México’s recent energy reform intends to foster competitiveness and private investment throughout the electric power sector value chain. This should increase port economic growth and job creation by delivering competitively-priced, reliable, clean, and secure electricity. The system is moving from a completely state-owned national utility, which provides everything from generation to transmission, distribution, and retail, to a highly competitive market. The primary features of the new system include:
- Transformation of the Federal Electricity Commission (CFE) into several generation companies, which will ultimately become separate and independent distribution and retail companies.
- Creation of the National Centre for Energy Control (CENACE) in 2014 to perform operational control of the national electrical system and the operation of the wholesale electricity market, as well as expand and modernize the national transmission network and the elements of the general distribution networks corresponding to the wholesale electricity market.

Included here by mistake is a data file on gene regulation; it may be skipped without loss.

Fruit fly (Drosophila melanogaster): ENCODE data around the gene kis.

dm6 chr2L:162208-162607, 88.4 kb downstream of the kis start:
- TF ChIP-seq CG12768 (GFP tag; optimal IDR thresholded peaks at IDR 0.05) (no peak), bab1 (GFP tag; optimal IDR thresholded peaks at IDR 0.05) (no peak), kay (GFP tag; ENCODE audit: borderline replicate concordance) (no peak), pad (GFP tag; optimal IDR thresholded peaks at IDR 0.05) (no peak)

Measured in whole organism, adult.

- Providing independent power producers with market access via a new wholesale market for most of the country.
- Offering private entities with the possibility to get into the transmission business.
- Implementing an auction system.
Auctions aim to allow basic service providers to enter into long-term contracts in a competitive and prudent manner to meet the needs of power, cumulative electrical energy and clean energy certificates (CELs), to allow other responsible loading entities to participate, and to allow sellers to have a stable source income to support efficient investments in new power plants or to upgrade existing ones. The first two auctions were held in 2016 where the approximate cost of energy was 0.04 USD/kWh. A third auction is planned for April 2017.